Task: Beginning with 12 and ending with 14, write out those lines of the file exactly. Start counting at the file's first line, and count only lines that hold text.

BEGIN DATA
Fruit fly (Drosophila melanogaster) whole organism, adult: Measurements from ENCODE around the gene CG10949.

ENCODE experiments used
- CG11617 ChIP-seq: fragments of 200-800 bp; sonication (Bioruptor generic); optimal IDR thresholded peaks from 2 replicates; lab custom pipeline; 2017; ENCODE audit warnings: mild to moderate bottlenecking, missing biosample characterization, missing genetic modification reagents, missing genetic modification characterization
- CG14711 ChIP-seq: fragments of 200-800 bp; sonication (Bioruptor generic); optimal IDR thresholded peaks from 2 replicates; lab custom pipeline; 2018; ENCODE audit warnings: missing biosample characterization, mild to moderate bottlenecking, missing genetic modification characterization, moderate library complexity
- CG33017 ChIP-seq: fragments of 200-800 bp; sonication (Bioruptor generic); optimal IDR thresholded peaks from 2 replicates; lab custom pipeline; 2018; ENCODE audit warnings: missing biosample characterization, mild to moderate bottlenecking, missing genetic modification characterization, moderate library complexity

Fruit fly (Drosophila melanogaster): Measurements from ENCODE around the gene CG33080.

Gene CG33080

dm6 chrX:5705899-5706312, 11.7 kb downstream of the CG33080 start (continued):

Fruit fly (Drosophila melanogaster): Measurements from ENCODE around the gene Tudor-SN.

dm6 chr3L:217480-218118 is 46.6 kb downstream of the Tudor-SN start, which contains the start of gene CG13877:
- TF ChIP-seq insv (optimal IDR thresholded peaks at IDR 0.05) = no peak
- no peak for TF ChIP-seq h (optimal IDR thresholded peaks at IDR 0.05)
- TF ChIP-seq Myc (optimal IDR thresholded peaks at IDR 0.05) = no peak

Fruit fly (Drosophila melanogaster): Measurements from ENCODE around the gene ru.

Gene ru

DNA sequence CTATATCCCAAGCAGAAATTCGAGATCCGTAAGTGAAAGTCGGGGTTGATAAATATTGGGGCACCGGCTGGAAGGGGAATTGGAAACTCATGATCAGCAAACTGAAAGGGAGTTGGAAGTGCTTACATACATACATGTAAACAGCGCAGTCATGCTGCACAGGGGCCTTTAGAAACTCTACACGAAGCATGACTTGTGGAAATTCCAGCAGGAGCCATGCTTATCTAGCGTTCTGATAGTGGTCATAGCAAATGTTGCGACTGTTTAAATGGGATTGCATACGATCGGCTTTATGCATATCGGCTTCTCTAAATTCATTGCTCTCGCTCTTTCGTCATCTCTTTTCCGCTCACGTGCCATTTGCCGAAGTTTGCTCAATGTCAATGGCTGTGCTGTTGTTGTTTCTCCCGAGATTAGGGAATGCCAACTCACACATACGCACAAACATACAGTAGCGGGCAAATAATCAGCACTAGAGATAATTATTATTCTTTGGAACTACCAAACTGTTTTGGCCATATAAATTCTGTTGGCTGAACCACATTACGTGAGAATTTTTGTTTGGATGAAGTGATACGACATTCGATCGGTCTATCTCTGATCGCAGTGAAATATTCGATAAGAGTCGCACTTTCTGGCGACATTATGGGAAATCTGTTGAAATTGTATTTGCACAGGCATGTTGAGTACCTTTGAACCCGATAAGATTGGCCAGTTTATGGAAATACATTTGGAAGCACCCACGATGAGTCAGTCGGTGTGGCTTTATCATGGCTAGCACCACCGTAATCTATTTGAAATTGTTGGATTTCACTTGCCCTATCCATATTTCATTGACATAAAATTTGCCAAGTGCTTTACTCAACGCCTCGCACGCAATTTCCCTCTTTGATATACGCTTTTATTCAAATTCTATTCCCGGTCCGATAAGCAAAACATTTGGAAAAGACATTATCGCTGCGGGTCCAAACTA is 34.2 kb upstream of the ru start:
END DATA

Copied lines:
- no peak for TF ChIP-seq h (optimal IDR thresholded peaks at IDR 0.05)
- TF ChIP-seq Myc (optimal IDR thresholded peaks at IDR 0.05) = no peak

Fruit fly (Drosophila melanogaster): Measurements from ENCODE around the gene ru.